GUY RAZ, host:
In computer labs, programmers have developed a technology that will create what they call Augmented Reality. And what it does is allow someone with, say, an iPhone to point the camera somewhere, anywhere, and get a view of what's happening around them with a stream of real-time information.
Here in Washington, D.C., The Sunlight Foundation, a group dedicated to open government, is using a program that tracks where stimulus money is being spent.
Clay Johnson, the head of technology, agreed to take me down to K Street here in Washington, where some of the biggest lobby groups are based, and he came armed with his iPhone.
Mr. CLAY JOHNSON (Head of Technology, The Sunlight Foundation): We took the data from recovery.gov that's been released so far.
RAZ: The government Web site that shows how the stimulus money is being used.
Mr. JOHNSON: That's right. And now, you can point your iPhone or Android device at the street and see where the money is being spent.
RAZ: We're seeing a picture because your camera is on�
Mr. JOHNSON: Right.
RAZ: �and I'm seeing a picture of the street, K Street, and a bunch of these big, blue dots on the screen. What are those blue dots?
Mr. JOHNSON: The size of the dot is based on the amount of money that was spent, so bigger dots equals more money. And we can look at these dots, and underneath it it says how much is being spent and to whom. So here's Young and Rubicam Inc., $3 million.
What's interesting is if we point it over towards the White House, about point eight miles down the road, there's the D.C. Office for the Deputy Mayor for Public Safety. That's a half a million dollars.
RAZ: Okay. So let me see if I have this right. You can walk down the street of this city or any city in the country, and take your iPhone out with this program, point it in any direction, these bubbles will come up on your screen, and you can click on one of those bubbles or touch one of those bubbles, and it will tell you how much money they have received from the federal government.
Mr. JOHNSON: That's right. And it's just the tip of the iceberg. I mean, imagine if you can point it at a fire hydrant or a stop light and it tells you how much money the government spent on that. All of a sudden, people can start relating to paying their taxes in an entirely different way.
RAZ: Couldn't somebody just sit at their desk and find out all this information without having to walk around the city and, you know, point their iPhone all over the place with, you know, having people look at them like they're nuts?
Mr. JOHNSON: No, absolutely. But what this provides to an individual is context. It provides to them the ability to see what's happening, to see what's around them. And I think, again, this is just the tip of the iceberg, but to provide them an association, a real association. Seeing it on a map is one thing, seeing it in front of you is something different altogether.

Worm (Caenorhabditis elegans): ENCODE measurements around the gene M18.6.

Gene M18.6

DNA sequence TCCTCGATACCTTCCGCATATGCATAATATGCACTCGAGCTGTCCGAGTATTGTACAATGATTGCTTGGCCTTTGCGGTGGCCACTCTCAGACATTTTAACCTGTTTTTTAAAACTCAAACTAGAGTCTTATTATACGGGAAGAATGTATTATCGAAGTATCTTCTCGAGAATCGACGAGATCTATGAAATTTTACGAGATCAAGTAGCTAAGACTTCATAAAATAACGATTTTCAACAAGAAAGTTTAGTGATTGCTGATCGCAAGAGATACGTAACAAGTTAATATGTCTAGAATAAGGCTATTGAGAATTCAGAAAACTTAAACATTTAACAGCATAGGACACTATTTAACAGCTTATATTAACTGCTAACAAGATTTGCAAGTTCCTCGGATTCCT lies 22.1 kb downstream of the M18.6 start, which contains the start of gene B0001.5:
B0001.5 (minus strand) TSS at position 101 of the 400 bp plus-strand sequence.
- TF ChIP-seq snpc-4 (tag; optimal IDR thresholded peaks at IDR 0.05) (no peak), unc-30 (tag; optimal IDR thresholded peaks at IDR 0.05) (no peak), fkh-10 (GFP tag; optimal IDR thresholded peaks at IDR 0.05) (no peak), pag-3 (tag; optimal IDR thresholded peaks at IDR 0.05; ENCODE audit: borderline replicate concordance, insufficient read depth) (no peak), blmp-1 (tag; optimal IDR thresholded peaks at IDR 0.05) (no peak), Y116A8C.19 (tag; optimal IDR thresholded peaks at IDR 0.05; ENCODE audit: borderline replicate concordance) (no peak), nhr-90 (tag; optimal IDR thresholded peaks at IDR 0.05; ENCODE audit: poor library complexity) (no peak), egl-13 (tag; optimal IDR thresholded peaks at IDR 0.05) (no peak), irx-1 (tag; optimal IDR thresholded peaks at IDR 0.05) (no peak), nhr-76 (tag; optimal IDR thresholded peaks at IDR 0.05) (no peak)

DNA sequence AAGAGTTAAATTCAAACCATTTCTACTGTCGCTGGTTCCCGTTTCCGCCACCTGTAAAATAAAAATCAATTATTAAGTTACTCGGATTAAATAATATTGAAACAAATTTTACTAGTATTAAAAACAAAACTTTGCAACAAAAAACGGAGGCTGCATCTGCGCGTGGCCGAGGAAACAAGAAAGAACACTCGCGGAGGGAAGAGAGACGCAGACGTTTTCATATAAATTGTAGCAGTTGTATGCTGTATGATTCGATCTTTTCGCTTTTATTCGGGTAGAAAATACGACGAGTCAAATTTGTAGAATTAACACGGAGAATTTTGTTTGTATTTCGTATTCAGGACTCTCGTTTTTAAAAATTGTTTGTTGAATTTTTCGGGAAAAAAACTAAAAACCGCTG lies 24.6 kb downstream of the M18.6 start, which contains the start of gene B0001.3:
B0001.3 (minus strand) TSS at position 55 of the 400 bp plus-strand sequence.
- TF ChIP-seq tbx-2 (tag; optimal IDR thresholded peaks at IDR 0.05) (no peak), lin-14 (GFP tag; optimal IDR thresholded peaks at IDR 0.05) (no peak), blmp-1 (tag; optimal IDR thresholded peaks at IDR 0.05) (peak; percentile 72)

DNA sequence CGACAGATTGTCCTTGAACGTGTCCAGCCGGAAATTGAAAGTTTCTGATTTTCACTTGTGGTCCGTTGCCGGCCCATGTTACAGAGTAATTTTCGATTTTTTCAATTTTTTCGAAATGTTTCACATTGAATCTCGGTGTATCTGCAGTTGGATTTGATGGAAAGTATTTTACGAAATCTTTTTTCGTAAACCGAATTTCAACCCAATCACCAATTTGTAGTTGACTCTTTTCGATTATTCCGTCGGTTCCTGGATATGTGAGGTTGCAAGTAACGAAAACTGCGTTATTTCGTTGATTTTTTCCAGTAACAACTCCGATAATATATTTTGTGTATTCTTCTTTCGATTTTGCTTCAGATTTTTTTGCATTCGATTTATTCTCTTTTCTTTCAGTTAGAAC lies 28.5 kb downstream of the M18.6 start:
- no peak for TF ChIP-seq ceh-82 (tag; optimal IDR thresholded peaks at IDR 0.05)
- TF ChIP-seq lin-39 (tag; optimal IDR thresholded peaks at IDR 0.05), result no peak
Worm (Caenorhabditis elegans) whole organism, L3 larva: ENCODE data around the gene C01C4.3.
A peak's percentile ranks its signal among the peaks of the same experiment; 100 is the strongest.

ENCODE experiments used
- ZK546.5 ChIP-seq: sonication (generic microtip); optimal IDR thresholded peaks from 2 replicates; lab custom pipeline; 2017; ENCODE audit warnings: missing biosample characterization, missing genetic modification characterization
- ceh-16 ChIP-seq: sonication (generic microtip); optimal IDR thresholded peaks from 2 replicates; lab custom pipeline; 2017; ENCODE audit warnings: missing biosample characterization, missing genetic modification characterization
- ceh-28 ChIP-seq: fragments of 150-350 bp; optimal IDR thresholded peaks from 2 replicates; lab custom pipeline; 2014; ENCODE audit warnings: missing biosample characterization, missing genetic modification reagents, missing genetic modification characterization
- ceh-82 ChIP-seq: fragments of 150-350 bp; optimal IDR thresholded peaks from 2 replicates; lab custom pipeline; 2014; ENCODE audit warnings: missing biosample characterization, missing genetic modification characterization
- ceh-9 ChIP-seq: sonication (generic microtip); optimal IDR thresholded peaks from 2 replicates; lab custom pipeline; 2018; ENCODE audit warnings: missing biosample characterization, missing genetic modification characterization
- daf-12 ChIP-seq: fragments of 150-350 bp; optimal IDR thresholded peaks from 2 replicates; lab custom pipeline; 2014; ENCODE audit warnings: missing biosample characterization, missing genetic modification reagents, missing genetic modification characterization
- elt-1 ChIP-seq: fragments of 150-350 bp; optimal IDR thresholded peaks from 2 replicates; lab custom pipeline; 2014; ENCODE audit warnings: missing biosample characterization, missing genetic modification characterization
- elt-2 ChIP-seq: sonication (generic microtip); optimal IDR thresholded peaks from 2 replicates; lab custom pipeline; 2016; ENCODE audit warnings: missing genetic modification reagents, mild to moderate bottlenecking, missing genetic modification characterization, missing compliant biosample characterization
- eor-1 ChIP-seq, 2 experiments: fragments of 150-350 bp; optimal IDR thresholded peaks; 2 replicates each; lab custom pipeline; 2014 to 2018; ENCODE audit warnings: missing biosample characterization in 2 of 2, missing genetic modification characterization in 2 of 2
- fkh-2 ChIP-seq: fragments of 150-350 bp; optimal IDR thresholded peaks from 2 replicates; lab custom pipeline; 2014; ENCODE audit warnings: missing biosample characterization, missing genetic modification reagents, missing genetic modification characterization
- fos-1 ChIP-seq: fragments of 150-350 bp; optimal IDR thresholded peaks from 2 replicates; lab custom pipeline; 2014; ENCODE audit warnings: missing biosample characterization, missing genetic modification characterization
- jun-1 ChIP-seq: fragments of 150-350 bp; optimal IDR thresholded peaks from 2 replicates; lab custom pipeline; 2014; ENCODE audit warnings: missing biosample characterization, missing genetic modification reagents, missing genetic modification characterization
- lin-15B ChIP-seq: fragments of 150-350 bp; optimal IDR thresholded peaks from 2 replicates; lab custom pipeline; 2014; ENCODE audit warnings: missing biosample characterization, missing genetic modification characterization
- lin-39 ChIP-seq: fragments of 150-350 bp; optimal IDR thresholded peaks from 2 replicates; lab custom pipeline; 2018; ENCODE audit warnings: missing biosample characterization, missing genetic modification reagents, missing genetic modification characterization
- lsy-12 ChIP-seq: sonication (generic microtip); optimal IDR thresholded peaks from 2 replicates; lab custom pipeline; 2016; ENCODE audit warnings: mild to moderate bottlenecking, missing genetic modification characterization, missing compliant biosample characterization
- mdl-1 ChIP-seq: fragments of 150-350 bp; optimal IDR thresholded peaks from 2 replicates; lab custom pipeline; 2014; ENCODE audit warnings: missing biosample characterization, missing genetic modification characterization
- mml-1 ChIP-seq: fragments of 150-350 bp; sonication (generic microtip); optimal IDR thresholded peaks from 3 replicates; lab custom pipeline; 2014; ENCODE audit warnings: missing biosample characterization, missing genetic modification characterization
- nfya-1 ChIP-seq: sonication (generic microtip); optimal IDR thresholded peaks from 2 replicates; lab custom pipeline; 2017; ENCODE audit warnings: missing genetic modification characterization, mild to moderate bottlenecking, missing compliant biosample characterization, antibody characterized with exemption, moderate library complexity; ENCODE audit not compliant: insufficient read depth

RAZ: How does it work? I mean, does it sort work via GPS, figures out where you are in relation to the building that you're pointing this at�
Mr. JOHNSON: It works via GPS and via a compass. So it needs to tell two things, right? One is where you're at, and two is which way you're facing. So it uses the GPS to pinpoint where you're at, and then the compass to say which way you're facing.
And then basically, all you're doing is taking points right now and plotting them on a map. The future is then when you begin to recognize the objects around you, not based on their coordinates, but on their shape, their size, their altitude.
RAZ: So in theory, in the next couple of years, somebody could develop a program that will allow you to point your iPhone at, say, a face of a person walking down a street, it will recognize that person's face and, say, give you their Facebook profile or something.
Mr. JOHNSON: Sure. Instead of exchanging business cards with you, I can hold my iPhone up to you and press a button and get your contact information, if you allowed me to.
RAZ: That's pretty scary.
Mr. JOHNSON: I should hope that technology developers are responsible and basically allow people to opt in or opt out of that.
RAZ: But in the wrong hands, could this technology eventually be dangerous?
Mr. JOHNSON: In the wrong hands, Facebook, Craigslist, eBay, Amazon.com, all technology in the wrong hands could be dangerous.
RAZ: Clay Johnson is the technology director for The Sunlight Foundation here in Washington, D.C.
Clay Johnson, thanks so much.
Mr. JOHNSON: Thank you.